Hear Gregg Marshall’s biggest regret following worst loss of his WSU career
The stretch is up to a full hour now, 60 straight minutes of some of the worst men’s basketball that has ever been played under Gregg Marshall at Wichita State.
Since building a 31-point halftime lead over Baylor, WSU’s up-and-down offense has cratered to a new low. After staving off embarrassment to hold on and beat the Bears, WSU didn’t have such a cushion in Saturday’s 80-48 thumping against Oklahoma. It was the single-worst offensive performance by WSU in the Marshall era.
WSU has been outscored by 53 points, 128-75, in its last three halves. An offense that was once pumping out an above-average 1.08 points per possession has now sputtered to 0.68 points per possession over its last 110 possessions. For reference, the worst offense in Division I, Delaware State, scores 0.74 points per possession.
It’s led to some soul-searching the last three days from the Shockers (4-4), who must snap out of its offensive funk in order to defeat a Jacksonville State (5-3) team riding the momentum of a five-game winning streak entering Wednesday’s 7 p.m. game at Koch Arena.
“At some point you have to care,” Marshall said on his radio show on Monday night. “You have to care as much or more than the coaching staff. You have to care about the success and failure of our program and our team. There were times when you had to question the want-to (in the OU game).”
Monday’s film study, the first since Saturday’s game, was a tough watch for the players.
“It was a little demoralizing to see because it looked like we don’t know what we’re doing out there as a group,” WSU senior Markis McDuffie said. “That’s on me. I have to do a better job telling my guys where to be, even though it’s hard in the pace of the game. The best thing we can do is communicate and that’s what we’re not doing right now.”
What the players saw on film didn’t resemble anything like what they experience in practice every day.
“It was the spacing, it was the ball movement, it was moving without the ball,” WSU freshman Dexter Dennis said. “Everything was bad. Really bad.”
Marshall joked after the OU loss that he didn’t know whether to burn the tape or break it down. He’s still teaching accountability to nine first-year players on the team, and Monday’s film review was difficult by intent.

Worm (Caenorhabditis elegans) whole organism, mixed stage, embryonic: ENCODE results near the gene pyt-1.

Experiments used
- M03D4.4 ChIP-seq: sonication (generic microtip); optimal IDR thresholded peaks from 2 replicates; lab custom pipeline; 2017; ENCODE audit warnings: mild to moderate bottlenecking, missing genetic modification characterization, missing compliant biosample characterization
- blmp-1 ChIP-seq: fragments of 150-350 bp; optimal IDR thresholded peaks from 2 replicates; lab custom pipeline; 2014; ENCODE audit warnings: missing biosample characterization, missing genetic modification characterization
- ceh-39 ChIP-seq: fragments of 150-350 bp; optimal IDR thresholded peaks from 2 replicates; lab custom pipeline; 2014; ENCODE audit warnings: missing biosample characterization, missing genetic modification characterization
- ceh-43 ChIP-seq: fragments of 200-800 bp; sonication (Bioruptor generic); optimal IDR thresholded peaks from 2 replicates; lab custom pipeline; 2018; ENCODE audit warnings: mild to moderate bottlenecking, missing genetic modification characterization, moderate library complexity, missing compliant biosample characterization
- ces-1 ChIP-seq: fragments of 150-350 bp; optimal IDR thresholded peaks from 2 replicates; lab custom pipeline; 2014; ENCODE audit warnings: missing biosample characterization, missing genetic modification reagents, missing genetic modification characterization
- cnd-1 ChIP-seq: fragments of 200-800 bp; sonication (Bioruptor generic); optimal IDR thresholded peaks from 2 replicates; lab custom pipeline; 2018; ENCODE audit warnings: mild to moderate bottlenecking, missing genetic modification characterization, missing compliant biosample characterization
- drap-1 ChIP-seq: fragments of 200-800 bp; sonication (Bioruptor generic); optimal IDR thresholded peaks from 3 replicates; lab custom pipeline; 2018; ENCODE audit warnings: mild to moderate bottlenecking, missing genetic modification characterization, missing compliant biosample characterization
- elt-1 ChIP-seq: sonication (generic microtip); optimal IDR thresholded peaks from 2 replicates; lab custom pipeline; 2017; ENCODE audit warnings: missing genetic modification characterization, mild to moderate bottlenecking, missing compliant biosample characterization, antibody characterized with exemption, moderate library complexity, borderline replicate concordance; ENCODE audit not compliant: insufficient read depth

“Seeing is believing,” Marshall said. “Sometimes when you’re the performer, you’re not watching your performance. But later on when you see it, you see how bad it is, maybe it will jolt you back to reality.”
WSU’s offense has pieced together more good halves than bad ones this season — just not lately.
The offense flows when WSU can find McDuffie in rhythm, which allows him to score at all three levels. It flows when Samajae Haynes-Jones harnesses his quickness and uses it as a destructive force, and when freshmen Erik Stevenson and Dexter Dennis start stroking it from the outside, and when Jaime Echenique and Morris Udeze finish strong inside.
Marshall’s offense depends on crisp passing, moving with a purpose without the ball and good screening.
But when all three of those things are absent, like they were against OU — WSU recorded a season low for passes completed in the halfcourt and settled for 44 jump shots, many of them contested — the offense sputters.
“We’re not getting those easy baskets that we usually get in our system,” McDuffie said. “I think these guys are still learning to trust it. Once everyone trusts it, we’re going to get back to our bread and butter. Right now we’re not finding any of the bread and butter.”
But the thing that bothers Marshall the most right now is that neither Haynes-Jones or junior Ricky Torres have assumed control of the team on the court.
When WSU’s offense is in disarray, Marshall wants his point guards to be the ones to organize the players on the floor. When a set doesn’t produce an open look, it’s up to the point guard to break down his defender and collapse the defense to either set up himself or a teammate for a basket.
Right now, none of that is happening. Haynes-Jones is shooting 33 percent on nearly 13 shots per game, while Torres is shooting 24 percent and has yet to make a three-pointer (0 for 16) this season.
“We honestly don’t have a floor general right now that understands what we’re trying to accomplish,” Marshall said on his radio show. “Somebody is going to have to be a leader on the floor other than me and orchestrate our team and get us some spacing, some ball movement, some player movement. We’re just going to have to keep working on it.”